Haha, something like that! I was so afraid in races I’d just say, ‘I’m happy to ride at the back for a while!’ I didn’t want to have anything mess it up. It was such a great feeling to finally put on that jersey, and have some of my hard work acknowledged.

And, hopefully, the first of many?

100% — I’ve been selected for high level races, but I want to get to the Europeans and eventually the Worlds. And I’m confident that will happen if I keep working as I have been for the past couple of years…

So with the prospect of a full and uninterrupted campaign in 2022, what are you looking towards this off-season?

I do think that if you continue to train super hard through the winter months, you can run low on motivation through the summer months. So, I have a gravel bike from Canyon and I’m hoping to bring that to Girona, where they have brilliant gravel trails. I’m not focusing on power and speed so much; it’s more about enjoying being on the bike. I enjoy training, of course, but you need to be watching data and numbers when you’re preparing for races. In winter, you can get a break from the numbers, so I’m looking forward to getting out on the gravel and having a data-free time!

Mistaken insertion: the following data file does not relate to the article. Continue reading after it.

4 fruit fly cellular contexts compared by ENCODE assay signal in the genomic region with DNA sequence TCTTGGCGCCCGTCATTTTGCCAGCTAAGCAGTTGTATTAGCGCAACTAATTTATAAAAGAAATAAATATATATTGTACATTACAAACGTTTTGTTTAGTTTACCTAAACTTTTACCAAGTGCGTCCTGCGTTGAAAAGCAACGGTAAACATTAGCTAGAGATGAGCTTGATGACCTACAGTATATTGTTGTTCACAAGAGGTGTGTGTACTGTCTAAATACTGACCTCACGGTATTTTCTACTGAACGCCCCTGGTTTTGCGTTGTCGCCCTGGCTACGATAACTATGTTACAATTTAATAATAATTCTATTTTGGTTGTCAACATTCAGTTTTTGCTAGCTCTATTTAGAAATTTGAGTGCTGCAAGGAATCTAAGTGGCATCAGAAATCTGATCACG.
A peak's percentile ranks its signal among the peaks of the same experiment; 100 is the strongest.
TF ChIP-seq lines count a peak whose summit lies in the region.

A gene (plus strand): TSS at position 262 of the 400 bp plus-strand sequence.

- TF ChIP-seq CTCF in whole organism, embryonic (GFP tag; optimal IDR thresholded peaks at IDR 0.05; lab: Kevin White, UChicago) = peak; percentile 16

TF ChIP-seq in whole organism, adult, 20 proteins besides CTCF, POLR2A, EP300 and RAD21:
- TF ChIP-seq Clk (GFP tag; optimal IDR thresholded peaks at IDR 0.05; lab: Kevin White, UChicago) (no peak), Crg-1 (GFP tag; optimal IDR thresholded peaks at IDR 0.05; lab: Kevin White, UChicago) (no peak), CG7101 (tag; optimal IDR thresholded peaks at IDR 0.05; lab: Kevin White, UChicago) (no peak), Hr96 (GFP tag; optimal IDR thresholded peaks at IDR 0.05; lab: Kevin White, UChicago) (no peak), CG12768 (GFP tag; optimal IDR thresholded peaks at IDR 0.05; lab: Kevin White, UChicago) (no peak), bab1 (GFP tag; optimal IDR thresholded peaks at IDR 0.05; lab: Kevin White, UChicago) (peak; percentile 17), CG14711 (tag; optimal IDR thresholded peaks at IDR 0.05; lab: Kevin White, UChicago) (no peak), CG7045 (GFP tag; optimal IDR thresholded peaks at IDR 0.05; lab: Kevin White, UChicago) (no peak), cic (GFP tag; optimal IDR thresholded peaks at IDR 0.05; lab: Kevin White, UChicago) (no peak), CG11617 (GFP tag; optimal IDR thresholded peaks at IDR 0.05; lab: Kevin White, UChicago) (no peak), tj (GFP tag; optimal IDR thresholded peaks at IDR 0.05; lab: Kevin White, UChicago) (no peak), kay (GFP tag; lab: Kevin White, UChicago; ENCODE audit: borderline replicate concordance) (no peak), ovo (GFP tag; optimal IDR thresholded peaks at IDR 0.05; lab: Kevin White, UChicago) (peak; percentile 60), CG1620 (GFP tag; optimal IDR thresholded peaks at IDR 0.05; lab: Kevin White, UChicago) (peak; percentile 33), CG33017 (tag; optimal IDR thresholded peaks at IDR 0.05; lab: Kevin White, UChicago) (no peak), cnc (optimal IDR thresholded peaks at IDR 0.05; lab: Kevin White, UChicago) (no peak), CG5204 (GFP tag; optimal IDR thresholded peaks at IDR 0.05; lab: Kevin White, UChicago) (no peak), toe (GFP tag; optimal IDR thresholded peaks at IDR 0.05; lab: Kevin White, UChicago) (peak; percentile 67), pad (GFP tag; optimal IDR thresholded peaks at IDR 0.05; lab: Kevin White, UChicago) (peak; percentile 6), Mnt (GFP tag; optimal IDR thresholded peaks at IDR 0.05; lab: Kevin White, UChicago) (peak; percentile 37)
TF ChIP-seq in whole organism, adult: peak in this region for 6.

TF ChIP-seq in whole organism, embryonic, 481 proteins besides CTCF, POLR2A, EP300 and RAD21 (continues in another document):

I’d love to do some gravel races next year. It’s partly the reason I’m going to Girona; I love road racing, but I’d love to add in some more gravel ones too. Between e-sports, road racing and gravel, it’s booming at the moment, and I’m looking forward to getting involved in the lot. A lot of the gravel races I’ve seen are on the endurance side – I’ve been looking at races that are 280km, 320km – but it’s a different challenge.

Just sounds like a different way to suffer…